Please add (sequential) ID to every pulse message

NEW
Unassigned

Status

P3
normal
4 years ago
4 years ago

People

(Reporter: ekyle, Unassigned)

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x86_64
Windows 8.1
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(Reporter)

Description

4 years ago
It would be nice to have Pulse include a tracking ID with every message.  This will help with auditing and debugging any data processing chains.  Furthermore, if Pulse' producers are emitting a similar tracking ID, include that too.

Pulse' _meta data currently looks something like:

    {
    "serializer": "json", 
    "routing_key": "unittest.try.android-api-11.blah.blah...", 
    "sent": "2015-01-06T06:38:34-08:00", 
    "exchange": "exchange/build/normalized"
    }

Please include an "ID" attribute for the purposes of tracking.  It should be:

  * dense - The closer the IDs are together numerically,(or 
    alphanumerically) the easier it is to determine if the data is 
    missing.  The ID's need not be contiguous; after all, most listeners
    only get a small number of the total messages handled by pulse.  
  * ordered - Monotonically increasing IDs help by relating ID ranges to
    date ranges: which can reduce the search space when looking for missing
    data.  Along with dense numbering, auditing correctness can be done
    with relatively simple algorithms.

I suggest adding a simple, persistent, counter to every queue.
First, I assume by "to every queue" you actually mean "to every exchange", meaning if two consumers are listening to the same exchange, they'll see the same IDs.

Second, what are you trying to achieve here exactly?  I agree that we should be trying to ensure that messages are always delivered properly, but this doesn't seem like a great way to go about it, in part because, as you say, most consumers don't listen to all messages from a given exchange, and because there's no way to determine what the data was if you did in fact miss a message.
(Reporter)

Comment 2

4 years ago
Yes, when I mention "queue" I meant "exchange".

My particular problem was trying to compare to the messages received from two Pulse consumers, both listening on the same exchange, same topic.  As my programs tend to do; one failed and lost it's messages.  I needed to perform a diff to find what I lost.  Of the unittests, I can assume every message was unique, so some hash worked fine, but in general I do not see how Pulse messages are necessarily unique.  Also, I was lucky to have only lost about 10K messages, so they fit in memory and I could perform a set-wise subtraction on their hash keys with a simple program.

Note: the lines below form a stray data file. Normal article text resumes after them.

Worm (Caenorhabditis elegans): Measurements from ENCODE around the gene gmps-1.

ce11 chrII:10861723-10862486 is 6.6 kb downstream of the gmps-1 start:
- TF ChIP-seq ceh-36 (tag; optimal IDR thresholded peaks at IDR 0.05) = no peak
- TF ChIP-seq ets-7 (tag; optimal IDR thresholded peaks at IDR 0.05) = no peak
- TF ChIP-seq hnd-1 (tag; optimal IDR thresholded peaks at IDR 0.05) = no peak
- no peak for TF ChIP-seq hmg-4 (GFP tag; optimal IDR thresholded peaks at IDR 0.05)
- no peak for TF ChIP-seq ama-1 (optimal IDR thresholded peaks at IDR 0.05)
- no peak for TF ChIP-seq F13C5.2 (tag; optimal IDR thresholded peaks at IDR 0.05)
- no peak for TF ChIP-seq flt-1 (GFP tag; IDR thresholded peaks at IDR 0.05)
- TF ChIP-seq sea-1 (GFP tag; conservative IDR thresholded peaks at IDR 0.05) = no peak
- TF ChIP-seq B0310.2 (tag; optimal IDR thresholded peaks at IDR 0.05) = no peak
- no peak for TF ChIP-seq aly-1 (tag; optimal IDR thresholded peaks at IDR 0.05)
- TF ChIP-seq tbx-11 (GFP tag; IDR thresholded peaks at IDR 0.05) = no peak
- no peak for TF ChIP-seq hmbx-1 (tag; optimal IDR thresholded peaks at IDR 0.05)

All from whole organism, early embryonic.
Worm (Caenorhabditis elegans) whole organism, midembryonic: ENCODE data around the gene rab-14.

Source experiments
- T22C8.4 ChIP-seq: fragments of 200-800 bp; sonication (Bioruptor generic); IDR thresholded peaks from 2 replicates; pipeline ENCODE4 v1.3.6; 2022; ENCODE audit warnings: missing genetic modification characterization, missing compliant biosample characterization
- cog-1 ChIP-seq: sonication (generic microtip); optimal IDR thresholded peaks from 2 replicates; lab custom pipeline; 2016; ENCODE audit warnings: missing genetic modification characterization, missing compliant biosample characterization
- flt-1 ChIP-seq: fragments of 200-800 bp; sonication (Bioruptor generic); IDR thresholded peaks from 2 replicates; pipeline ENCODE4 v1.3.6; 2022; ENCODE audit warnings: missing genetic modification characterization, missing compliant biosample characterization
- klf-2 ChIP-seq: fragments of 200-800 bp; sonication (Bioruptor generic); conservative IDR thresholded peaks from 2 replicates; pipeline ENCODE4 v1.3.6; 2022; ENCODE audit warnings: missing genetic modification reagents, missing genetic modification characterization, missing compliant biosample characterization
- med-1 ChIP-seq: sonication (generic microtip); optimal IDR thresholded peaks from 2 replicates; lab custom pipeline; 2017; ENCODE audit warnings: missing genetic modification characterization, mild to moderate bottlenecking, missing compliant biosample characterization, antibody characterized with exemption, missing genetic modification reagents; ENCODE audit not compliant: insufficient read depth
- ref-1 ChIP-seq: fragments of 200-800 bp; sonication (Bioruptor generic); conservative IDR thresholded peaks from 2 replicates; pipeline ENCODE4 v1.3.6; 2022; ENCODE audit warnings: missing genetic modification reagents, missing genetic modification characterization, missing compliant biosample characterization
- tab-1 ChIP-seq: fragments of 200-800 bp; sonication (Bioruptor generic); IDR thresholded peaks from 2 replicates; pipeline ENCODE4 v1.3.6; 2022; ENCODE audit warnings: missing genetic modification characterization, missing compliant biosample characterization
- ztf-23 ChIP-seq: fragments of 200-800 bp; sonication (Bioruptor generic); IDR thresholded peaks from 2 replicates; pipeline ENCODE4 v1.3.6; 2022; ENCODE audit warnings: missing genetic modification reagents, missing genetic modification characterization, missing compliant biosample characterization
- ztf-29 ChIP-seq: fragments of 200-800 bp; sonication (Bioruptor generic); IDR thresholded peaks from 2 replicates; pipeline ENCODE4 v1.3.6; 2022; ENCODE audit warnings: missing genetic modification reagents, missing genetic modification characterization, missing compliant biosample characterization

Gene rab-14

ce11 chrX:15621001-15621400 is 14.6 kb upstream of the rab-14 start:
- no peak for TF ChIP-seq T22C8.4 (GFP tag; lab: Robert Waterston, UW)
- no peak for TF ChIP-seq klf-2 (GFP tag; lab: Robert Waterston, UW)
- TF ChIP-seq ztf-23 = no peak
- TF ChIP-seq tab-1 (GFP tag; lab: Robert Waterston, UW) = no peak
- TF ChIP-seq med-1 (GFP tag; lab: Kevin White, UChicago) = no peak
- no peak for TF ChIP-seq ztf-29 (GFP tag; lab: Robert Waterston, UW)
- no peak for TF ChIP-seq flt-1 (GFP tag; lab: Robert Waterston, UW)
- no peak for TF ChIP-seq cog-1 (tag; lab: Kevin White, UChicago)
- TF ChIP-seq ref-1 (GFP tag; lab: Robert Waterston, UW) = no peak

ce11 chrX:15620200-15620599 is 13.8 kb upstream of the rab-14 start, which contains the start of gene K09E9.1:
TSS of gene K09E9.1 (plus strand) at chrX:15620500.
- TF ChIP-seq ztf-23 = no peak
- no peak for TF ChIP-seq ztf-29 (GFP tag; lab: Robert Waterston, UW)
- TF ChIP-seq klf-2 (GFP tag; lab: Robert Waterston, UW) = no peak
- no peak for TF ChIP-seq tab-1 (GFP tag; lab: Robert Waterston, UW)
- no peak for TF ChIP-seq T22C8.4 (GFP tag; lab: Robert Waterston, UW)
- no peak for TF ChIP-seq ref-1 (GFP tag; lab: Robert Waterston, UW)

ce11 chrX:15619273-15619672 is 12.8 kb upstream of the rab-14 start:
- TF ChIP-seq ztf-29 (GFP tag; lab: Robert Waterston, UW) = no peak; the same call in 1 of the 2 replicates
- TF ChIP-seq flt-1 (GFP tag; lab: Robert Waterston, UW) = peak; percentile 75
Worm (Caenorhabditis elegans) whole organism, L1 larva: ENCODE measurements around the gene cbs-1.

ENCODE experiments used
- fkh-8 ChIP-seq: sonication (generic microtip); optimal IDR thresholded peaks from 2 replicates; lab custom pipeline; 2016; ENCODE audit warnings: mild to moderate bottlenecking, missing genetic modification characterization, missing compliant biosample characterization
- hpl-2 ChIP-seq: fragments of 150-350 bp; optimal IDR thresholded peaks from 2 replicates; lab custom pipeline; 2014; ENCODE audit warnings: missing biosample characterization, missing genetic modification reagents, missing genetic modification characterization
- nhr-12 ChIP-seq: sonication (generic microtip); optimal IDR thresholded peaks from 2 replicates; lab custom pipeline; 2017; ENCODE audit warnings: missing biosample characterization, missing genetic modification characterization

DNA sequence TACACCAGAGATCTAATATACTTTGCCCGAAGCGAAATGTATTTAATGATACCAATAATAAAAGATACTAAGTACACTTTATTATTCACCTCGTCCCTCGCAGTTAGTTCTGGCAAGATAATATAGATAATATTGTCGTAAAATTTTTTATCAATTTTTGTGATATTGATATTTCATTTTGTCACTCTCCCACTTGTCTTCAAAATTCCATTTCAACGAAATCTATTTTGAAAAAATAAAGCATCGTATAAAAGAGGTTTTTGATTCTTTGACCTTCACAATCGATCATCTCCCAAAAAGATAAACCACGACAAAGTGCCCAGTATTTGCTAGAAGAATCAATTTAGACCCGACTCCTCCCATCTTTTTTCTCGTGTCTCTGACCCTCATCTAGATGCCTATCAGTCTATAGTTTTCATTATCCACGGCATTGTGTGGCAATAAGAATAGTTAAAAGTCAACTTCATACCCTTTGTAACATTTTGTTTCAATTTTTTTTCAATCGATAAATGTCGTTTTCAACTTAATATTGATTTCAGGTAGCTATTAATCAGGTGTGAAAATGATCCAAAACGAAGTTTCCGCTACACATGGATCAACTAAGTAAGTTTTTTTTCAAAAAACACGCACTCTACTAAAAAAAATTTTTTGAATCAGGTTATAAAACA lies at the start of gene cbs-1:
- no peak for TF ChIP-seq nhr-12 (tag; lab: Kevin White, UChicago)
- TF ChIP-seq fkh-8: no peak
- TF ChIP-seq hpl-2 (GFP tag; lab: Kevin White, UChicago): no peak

Considering other problems I have experienced in the past: 

  * All loggers are dropping messages - The dense IDs will help indicate 
    potential losses because we can expect a density independent of time.  
    Using just timestamp to try and detect losses gets complicated, or 
    impossible on the edge of weekends and holidays.
  * Dropping messages silently over a long period of time - a more in-depth
    analysis over more than a couple of hours will require more code and 
    libraries to manage memory to perform the same analysis.

Furthermore, if/when all pulse messages are recorded to long-term storage they can be used to verify long-term correctness and stability of other consumers.
(Reporter)

Comment 3

4 years ago
Here is an example of a missing Pulse record [1].  With dense increasing IDs, it would be easy to confirm which side of the queue the messages are lost.

[1] https://bugzilla.mozilla.org/show_bug.cgi?id=1168349
We probably can't enforce this.  We could add something to the mozillapulse Publisher code, but currently that doesn't have any persistent data, so I'm not sure that's a good idea to make it mandatory.  We could add it to the package, though, and require individual publisher shims to configure and activate it.  We can also add to the spec as a "SHOULD" item.
Priority: -- → P3
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